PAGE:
Online Course | British Furniture Making and the Globalised Trade

Posted in online learning by Editor on November 1, 2022

From FHS:

British Furniture Making and the Globalised Trade
Online, BIFMO-FHS, Wednesdays in November 2022

British and Irish Furniture Makers Online (BIFMO), as part of the Furniture History Society (FHS), is offering a course on Zoom every Wednesday throughout November. Each week curators and historians will consider how methods and ideas about furniture making have been transmitted between countries from the 17th to the 20th century. Some speakers will consider how methods and designs in Britain were influenced by immigration to this country, while others will look at the impact of British furniture makers who emigrated to other countries such as the United States. These presentations will include a wide variety of fine examples of craftsmanship from 17th-century silver furniture, to Ralph Turnbull working in 19th-century Jamaica, through to the impact of Danish furniture importers and Arne Jacobsen in the 20th century.

Each week’s session will start at 16.30 and conclude at 19.30 (GMT). Please note that for the first week, our US participants on the East Coast will be only four hours behind the UK. Weeks 2 to 5 will revert to the usual five-hour difference. Most of the presentations will be 30 minutes in length followed by a short Q&A session. The programme on Week 4 varies slightly and will include five speakers instead of four, but the total length of the session will be the same (three hours). There will be a 15-minute comfort break approximately halfway through each weekly programme.

It is possible to book individual weeks, but you will benefit from a discount if you book all five sessions together. FHS members benefit from a further discount on all tickets. Tickets are available through Eventbrite here. Don’t worry if you are unable to attend a live event, as most of the presentations will be recorded and every ticket-holder will receive a link to the relevant recording. Please click here for further information about the speakers and the presentations. If you have any questions, please email Ann Davies at bifmo@furniturehistorysociety.org.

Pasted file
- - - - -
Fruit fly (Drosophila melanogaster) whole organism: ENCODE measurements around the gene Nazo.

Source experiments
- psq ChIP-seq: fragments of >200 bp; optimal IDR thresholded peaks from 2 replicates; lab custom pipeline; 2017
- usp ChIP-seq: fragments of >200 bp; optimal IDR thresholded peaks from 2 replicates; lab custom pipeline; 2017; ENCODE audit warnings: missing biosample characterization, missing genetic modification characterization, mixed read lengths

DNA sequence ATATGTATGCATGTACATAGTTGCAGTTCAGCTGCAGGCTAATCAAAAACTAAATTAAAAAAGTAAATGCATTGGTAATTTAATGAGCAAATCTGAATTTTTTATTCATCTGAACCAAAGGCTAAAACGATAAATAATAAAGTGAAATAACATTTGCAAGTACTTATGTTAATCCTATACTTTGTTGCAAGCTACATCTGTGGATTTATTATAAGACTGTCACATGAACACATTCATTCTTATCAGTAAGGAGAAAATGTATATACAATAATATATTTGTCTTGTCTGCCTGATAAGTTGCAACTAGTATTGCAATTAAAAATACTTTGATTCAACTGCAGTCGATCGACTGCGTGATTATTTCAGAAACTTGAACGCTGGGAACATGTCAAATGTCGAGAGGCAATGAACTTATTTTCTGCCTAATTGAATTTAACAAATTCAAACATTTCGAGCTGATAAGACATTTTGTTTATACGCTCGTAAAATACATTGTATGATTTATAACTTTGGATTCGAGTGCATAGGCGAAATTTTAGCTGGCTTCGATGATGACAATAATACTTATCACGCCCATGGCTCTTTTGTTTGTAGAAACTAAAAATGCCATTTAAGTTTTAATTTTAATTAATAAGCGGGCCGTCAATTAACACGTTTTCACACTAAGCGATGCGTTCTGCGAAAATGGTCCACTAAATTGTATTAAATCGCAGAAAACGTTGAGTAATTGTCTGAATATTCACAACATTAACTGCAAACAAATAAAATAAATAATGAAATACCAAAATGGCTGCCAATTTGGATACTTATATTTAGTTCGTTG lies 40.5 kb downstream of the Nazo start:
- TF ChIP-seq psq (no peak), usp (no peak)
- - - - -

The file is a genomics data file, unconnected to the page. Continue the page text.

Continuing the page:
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Week 1 | November 2

The Impact of Immigration on the Furniture Trade in the 17th Century
• Grinling Gibbons — David Luard
• Furniture Made for the Court and the City — Adriana Turpin
• Upholsterers, Mercers, and Lace Men at the Late Stuart Court: Patronage, Networks, and International Influences — Olivia Fryman
• ‘Such Massey Pieces of Plate’: Silver Furniture in England, 1660–1702 — Matthew Winterbottom

Week 2 | November 9

Furniture Making in London and Europe
• Huguenots Furniture Makers in the Long 18th Century — Tessa Murdoch
• Following a Thread: How Mr Potter’s Designs Travelled — Sarah Medlam
• ‘Gorgeous Pieces of Inlaid Work with Figures’: Notes on Johann Gottlieb Fiedler, Berlin’s Early Classicist Ebeniste — Achim Stiegel
• British Models for Italian Furniture Makers — Enrico Colle

Week 3 | November 16

Global Networks and Furniture Making in the 18th Century
• The Aesthetic and Cultural Hybridity of Cantonese Trade Furniture — Karina Corrigan
• A Furniture Trade Adapting to the Benefits of Empire — John Cross
• Patterns, Templates, and Publications: British and Irish Émigré Cabinetmakers in America — Alexandra Kirtley
• English Influences in the Southern States of America — Tom Savage

Week 4 | November 23

Immigration and Emigration of Furniture Makers in the 19th Century
• Johann Martin Levien: Master Cabinetmaker of Prussia, New Zealand, and England — Serena Newmark
• Anecdotes on the Immigrant Furniture Making Community in the Tottenham Court Road Area, London, 1850–1900 — Clarissa Ward
• 19th-Century Specimen Furniture in Jamaica and the British Empire — Catherine Ducette
• The Crace Firm and French Influences — Megan Aldrich
• The Relationship between Britain and the US at the Great Exhibitions of the 19th century — David Tiedemann

Week 5 | November 30

Making the Modern World: Global Connections into the 20th Century
• ‘Princely but Peaceful Splendor’: Cottier & Co. in New York — Max Donnelly
• The Furniture Export Trade between Australia and Britain in the 19th Century — Clive Edwards
• Immigrant Furniture Workers in the East End of London including a Case Study of the Hille Firm — Pat Kirkham
• Denmark in Britain: The Work and Influence of the Danish Furniture Importers and Wholesalers in London — Bruce Peter

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